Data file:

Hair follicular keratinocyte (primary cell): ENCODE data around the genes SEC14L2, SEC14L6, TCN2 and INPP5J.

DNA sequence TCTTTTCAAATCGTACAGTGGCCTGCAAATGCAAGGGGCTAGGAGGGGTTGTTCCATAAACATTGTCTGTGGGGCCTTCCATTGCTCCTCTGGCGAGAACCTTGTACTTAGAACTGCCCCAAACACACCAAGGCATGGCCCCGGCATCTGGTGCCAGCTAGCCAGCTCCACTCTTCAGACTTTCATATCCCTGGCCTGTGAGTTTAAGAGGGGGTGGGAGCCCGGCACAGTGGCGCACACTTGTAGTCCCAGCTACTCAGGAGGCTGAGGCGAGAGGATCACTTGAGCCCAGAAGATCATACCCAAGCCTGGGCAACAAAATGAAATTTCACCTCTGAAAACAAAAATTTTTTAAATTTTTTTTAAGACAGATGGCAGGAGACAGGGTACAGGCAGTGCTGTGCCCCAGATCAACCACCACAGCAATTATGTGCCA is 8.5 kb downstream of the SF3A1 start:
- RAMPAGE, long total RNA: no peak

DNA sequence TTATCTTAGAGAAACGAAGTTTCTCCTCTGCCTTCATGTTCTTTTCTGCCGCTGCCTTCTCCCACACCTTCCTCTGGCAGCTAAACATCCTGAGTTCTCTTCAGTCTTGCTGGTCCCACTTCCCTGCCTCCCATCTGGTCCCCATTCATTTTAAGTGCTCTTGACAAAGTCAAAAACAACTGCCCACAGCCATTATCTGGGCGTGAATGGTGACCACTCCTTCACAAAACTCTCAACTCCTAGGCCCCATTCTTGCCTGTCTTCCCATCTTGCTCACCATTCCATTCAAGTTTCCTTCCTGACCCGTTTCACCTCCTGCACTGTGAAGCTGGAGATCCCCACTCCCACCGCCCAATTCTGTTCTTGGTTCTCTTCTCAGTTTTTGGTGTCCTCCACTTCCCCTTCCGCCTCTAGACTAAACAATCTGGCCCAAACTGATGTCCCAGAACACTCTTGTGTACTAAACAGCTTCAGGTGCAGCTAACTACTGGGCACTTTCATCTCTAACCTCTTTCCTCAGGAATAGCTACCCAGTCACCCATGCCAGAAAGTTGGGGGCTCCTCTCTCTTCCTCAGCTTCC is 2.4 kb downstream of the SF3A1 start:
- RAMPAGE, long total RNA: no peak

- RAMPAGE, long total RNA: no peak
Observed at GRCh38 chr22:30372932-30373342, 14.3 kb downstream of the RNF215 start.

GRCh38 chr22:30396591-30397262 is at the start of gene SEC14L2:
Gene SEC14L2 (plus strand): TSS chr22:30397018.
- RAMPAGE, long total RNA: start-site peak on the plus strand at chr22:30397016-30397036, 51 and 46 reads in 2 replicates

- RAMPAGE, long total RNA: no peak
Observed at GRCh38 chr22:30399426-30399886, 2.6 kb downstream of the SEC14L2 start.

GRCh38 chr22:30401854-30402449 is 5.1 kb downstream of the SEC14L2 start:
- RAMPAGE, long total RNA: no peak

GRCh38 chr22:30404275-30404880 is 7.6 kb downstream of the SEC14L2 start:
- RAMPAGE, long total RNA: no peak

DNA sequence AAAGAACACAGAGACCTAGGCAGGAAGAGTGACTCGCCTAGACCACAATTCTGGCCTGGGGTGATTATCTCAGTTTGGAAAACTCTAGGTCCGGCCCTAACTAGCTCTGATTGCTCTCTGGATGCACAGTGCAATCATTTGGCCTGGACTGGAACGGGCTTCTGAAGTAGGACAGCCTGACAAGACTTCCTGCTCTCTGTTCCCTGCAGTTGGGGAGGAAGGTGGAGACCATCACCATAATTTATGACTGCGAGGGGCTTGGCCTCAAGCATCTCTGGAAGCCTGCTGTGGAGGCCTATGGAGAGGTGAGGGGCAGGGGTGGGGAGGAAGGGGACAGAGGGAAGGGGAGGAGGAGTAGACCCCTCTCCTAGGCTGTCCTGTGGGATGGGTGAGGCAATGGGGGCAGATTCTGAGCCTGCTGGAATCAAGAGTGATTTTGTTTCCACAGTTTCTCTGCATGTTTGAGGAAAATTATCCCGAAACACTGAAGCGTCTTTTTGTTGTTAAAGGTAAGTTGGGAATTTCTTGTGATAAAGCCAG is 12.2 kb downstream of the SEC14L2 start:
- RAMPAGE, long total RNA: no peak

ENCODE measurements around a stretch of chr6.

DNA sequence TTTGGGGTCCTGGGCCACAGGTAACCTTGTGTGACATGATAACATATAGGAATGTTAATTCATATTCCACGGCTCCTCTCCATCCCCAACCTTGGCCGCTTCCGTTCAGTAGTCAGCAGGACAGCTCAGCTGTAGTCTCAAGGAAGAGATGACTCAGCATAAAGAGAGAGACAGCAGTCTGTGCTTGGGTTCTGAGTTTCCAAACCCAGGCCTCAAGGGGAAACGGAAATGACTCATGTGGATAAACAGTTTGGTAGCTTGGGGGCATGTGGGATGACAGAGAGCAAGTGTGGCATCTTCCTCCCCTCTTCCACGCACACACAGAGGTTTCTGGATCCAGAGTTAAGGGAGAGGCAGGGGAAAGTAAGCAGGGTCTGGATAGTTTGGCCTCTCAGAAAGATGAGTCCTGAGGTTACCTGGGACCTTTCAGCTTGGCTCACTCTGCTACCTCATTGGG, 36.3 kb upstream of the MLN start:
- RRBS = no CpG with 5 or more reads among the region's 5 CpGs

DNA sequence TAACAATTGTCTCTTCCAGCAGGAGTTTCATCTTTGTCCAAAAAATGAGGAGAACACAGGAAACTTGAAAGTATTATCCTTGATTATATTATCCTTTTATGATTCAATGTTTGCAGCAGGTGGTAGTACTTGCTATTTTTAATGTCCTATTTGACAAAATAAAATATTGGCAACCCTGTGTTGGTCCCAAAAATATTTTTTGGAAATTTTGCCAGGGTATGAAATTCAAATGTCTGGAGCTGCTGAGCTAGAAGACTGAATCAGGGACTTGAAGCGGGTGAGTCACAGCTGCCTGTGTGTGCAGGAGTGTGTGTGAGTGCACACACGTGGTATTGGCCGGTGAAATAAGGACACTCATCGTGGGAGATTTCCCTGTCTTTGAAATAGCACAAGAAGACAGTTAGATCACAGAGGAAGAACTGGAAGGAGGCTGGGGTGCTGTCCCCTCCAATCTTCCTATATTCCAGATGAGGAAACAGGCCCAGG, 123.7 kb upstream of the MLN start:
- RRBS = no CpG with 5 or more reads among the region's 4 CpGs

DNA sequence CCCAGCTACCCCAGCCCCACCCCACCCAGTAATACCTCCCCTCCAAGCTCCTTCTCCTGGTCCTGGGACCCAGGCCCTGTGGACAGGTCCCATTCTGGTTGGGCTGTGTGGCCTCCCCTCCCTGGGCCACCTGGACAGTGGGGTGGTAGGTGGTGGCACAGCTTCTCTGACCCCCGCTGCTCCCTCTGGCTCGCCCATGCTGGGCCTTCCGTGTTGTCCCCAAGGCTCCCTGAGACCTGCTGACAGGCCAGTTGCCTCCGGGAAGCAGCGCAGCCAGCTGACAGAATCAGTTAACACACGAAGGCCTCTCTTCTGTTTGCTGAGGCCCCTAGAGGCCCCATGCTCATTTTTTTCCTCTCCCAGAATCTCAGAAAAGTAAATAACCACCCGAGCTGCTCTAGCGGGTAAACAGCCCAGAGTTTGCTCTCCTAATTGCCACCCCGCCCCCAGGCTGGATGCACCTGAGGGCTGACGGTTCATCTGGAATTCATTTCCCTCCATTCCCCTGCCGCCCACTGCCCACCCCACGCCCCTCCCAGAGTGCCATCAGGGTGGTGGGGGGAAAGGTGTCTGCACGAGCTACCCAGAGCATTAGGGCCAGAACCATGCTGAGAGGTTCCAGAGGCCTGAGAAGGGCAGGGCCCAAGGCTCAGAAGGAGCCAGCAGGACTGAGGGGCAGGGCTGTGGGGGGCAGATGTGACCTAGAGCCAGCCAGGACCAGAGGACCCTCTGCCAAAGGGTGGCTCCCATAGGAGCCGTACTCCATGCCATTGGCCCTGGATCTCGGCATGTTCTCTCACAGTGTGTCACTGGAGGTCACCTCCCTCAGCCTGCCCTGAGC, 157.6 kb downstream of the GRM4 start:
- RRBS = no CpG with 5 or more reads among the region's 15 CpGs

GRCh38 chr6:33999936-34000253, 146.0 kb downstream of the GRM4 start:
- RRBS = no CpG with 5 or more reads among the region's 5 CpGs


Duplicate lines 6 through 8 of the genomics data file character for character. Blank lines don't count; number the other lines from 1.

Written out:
- RAMPAGE, long total RNA: no peak
Observed at GRCh38 chr22:30372932-30373342, 14.3 kb downstream of the RNF215 start.

GRCh38 chr22:30396591-30397262 is at the start of gene SEC14L2: